Reviews: Dies Irae

Mixed feelings, yet captivating and enjoyable in the end.

Dies Irae is a VN I found to have quite some issues, yet at the same time managed to be quite the enjoyable read despite some hiccups and some parts that could have been better.

As for the story, it is as straightforward as can be, though it tries to mask this with it's heavy use of prose to give it a grander feel. And as one boon, it does not assume that the reader is stupid. Just a shame that some of the routes are pretty bad, Kasumi and Kei's routes come to mind. By contrast, Maries route offer by far the best payoff, being both the best pased and having some fantastic scenes and a solid finale. Rea's route is second best since it is mostly held back by having a huge amount of buildup that doesn't really lead to anything, ending far to abruptly.

Helping to push the novels larger than life agenda is quite the soundtrack, mixed with both orchestral booming and shredding guitars to help give the larger than life feel. The VN also have good timing when it comes to using it's music, using it where appropriate.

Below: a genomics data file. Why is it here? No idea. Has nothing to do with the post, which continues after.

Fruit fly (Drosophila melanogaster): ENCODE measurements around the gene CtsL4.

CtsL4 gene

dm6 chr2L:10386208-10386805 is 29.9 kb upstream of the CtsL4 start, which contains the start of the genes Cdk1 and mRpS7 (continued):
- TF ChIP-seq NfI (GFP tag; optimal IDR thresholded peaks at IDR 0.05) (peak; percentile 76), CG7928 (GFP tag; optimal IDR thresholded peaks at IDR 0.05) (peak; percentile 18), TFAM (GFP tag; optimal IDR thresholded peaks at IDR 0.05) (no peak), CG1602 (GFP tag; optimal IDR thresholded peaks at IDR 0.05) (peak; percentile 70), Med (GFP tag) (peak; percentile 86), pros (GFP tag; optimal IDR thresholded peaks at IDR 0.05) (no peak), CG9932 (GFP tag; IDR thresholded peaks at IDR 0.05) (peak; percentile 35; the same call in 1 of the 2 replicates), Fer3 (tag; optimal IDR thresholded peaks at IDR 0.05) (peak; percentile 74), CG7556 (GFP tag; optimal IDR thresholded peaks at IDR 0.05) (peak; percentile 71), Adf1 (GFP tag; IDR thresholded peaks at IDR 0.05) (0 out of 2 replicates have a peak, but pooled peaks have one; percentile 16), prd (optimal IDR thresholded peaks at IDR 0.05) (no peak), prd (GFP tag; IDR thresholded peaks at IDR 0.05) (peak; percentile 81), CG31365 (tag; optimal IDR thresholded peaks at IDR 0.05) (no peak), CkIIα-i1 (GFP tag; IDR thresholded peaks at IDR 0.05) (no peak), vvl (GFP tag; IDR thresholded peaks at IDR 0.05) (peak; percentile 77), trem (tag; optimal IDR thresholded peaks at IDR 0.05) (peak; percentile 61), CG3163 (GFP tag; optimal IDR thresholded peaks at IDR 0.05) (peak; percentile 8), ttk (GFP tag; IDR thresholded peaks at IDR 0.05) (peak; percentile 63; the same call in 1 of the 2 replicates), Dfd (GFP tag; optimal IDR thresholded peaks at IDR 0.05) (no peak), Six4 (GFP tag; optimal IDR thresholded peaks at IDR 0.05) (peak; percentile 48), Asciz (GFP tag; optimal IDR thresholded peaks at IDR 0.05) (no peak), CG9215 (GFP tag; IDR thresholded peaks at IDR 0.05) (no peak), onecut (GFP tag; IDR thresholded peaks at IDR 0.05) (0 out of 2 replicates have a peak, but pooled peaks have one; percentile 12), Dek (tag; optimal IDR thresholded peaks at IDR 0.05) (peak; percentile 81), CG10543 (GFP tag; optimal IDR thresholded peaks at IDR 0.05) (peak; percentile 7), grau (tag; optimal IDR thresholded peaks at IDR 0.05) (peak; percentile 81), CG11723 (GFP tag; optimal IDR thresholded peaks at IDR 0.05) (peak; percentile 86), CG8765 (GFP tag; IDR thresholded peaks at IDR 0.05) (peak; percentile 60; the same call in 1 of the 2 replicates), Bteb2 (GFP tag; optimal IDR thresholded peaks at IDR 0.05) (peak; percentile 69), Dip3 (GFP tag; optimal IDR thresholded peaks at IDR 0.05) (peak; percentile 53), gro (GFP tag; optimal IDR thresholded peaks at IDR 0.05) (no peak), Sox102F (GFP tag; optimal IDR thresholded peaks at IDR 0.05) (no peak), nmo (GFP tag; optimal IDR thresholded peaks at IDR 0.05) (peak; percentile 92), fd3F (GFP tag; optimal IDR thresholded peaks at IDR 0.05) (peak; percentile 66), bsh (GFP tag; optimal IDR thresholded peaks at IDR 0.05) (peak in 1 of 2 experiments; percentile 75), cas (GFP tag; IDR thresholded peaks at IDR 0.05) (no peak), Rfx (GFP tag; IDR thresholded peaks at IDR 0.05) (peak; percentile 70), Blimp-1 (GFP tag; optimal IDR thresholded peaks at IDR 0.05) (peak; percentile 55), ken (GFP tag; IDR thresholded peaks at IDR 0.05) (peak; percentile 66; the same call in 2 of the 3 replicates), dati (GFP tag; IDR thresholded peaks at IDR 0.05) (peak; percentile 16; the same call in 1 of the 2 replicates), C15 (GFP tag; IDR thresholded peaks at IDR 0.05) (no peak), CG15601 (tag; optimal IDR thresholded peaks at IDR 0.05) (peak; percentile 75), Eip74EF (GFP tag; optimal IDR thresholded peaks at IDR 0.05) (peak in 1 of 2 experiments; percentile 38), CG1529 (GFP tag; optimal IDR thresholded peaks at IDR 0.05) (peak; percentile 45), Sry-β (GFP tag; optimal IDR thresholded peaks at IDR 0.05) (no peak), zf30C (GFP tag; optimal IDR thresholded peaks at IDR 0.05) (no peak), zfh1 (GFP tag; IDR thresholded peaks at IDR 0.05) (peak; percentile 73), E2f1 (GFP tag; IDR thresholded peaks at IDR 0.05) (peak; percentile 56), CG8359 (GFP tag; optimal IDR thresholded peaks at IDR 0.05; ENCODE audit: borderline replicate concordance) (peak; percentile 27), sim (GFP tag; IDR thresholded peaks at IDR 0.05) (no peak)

And one thing that deserves praise is that despite some Deus ex Machina's, the novel is quite capable of maintaining a Willing Suspension of Disbelief. (Unlike some other VN's I can think of)

When it comes to the main cast it is quite disappointing with both the main hero and the 4 love interests all being rather shallow, cliched and boring characters with nothing to really offer. Quite a shame really since the rest of the cast is freaking phenomenal. Shirou and Ellie, a pair of Badass Normal's that are these crafty thrill seeking lunatics that tend to offer some of the best fight scenes in the novel and have this really interesting and organic dynamic that just makes them work. And the LDO members are not to be outdone, offering one of the best rouge's galleries I have seen in quite a while. Reinhard in particular was quite the eye catcher. Normally these kind of overpowered villains tend to be shallow and boring, but he is arguable the stories most well rounded and fleshed out character.

One thing I do have to give the novel props for is that it engages in narrative argumentation without resorting to the Strawman Fallacy (for the most part), leading to some interesting back and forth bickering.

All around, it has some fumbles, and can even be seen as pretentious (though for all intents and purposes it is) it still ends up quite entertaining and has this habit of gripping you to want to keep on reading even through it's pitfalls.